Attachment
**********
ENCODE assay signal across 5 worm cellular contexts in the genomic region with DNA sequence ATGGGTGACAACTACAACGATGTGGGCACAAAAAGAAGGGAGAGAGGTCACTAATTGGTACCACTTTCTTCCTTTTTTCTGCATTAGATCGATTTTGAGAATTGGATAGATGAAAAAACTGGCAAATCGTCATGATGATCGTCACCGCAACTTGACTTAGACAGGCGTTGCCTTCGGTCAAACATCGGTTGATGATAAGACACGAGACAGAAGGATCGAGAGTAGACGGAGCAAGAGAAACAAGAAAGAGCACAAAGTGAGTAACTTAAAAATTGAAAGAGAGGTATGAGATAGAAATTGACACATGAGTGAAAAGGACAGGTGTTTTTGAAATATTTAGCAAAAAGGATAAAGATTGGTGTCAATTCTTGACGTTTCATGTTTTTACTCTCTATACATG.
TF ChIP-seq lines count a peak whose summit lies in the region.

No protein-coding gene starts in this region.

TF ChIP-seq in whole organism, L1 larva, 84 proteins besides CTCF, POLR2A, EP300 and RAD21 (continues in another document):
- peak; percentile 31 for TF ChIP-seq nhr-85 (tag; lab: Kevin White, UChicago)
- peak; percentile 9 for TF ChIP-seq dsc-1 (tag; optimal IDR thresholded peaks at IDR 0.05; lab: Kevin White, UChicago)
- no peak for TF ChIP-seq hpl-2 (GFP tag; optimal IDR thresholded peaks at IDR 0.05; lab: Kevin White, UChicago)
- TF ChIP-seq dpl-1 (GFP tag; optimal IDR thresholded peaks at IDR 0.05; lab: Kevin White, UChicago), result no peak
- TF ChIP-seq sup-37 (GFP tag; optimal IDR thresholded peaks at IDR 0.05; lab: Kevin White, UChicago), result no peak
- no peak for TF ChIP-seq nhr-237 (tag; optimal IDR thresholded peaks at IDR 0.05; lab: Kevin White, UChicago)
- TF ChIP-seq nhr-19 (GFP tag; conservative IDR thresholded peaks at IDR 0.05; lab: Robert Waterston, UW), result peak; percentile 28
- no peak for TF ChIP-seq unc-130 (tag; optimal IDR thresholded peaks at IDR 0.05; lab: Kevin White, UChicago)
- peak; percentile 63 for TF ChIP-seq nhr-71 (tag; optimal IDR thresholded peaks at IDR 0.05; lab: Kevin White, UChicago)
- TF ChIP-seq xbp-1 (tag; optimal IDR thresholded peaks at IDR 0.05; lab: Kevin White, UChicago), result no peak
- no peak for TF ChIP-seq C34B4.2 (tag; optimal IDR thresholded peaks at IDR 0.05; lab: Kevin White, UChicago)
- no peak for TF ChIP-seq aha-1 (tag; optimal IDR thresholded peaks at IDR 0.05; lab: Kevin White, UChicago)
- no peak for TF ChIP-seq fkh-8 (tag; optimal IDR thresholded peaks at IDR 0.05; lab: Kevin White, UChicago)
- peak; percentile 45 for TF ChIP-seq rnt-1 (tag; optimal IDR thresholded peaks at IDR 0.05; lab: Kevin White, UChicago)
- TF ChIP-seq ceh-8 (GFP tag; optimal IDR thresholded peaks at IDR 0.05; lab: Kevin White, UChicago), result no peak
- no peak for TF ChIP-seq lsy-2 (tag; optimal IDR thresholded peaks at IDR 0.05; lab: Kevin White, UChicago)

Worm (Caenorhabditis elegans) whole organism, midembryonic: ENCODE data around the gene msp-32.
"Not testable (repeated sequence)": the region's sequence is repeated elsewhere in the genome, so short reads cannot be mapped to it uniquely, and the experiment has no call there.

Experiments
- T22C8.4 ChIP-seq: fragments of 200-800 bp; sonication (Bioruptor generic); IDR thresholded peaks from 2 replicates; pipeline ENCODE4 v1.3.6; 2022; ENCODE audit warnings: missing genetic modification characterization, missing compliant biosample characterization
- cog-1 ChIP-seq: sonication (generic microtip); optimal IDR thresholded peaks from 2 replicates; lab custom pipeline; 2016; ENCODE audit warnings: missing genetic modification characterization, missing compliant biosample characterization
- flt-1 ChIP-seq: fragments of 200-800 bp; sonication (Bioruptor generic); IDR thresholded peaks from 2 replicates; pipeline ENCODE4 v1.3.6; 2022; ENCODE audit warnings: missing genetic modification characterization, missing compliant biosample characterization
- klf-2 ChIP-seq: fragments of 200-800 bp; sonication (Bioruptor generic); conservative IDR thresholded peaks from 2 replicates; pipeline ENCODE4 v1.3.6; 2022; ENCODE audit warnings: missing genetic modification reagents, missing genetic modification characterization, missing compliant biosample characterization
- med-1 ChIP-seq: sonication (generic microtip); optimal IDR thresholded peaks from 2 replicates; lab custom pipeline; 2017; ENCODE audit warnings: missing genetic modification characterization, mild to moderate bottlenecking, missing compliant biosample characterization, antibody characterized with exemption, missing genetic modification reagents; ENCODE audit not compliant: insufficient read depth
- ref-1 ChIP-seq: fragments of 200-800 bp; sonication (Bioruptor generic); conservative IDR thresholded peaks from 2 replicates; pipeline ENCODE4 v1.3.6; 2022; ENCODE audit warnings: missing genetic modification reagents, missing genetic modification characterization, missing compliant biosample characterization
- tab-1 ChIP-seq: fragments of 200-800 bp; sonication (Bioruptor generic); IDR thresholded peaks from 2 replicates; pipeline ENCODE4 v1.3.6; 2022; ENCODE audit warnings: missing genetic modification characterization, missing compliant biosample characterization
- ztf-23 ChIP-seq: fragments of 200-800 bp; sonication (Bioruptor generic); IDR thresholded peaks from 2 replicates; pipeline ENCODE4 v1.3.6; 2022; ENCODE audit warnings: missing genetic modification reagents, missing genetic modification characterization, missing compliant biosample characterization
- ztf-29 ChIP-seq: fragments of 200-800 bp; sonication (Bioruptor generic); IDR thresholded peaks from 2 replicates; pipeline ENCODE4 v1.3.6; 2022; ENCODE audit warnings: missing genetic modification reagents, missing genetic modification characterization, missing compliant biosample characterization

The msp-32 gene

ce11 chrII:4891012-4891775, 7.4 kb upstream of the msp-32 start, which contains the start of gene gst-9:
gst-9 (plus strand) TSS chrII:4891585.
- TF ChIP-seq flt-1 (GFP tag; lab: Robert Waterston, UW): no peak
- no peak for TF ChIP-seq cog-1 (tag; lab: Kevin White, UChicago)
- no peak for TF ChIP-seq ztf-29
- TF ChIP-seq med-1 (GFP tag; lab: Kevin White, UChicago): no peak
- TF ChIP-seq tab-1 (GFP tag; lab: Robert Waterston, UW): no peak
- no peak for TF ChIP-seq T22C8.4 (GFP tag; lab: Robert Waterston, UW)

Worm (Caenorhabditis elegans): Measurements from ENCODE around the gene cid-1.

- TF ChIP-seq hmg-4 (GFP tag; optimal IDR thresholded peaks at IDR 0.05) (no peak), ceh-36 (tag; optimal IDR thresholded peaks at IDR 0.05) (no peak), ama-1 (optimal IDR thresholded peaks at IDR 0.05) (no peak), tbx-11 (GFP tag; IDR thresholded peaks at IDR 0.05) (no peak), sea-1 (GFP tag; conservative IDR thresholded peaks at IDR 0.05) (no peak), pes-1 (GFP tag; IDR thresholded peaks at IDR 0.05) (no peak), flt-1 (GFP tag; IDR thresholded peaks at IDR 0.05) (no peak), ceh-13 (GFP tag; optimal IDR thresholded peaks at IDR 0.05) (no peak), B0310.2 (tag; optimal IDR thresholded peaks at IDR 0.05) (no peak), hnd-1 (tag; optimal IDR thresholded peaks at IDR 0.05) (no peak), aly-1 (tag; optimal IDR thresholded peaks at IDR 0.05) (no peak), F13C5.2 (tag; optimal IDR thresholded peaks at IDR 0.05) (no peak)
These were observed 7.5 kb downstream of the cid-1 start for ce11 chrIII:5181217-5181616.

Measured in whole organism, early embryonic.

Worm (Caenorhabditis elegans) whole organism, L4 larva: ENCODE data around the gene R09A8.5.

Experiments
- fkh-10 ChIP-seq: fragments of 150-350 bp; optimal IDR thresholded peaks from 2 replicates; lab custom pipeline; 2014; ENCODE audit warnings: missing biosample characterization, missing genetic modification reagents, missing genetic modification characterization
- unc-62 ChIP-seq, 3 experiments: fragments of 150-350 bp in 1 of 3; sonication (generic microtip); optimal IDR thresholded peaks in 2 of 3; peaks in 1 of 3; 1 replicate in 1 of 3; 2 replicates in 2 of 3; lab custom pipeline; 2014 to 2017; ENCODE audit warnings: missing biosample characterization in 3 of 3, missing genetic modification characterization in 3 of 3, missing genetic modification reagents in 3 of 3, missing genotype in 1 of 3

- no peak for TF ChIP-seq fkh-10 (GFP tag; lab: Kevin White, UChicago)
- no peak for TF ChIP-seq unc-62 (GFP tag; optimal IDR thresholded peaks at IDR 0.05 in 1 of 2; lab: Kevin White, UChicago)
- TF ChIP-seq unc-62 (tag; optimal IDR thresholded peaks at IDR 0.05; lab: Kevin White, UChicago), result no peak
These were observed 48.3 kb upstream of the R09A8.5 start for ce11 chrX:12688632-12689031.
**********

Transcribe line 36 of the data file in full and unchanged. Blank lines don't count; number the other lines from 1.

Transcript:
- TF ChIP-seq flt-1 (GFP tag; lab: Robert Waterston, UW): no peak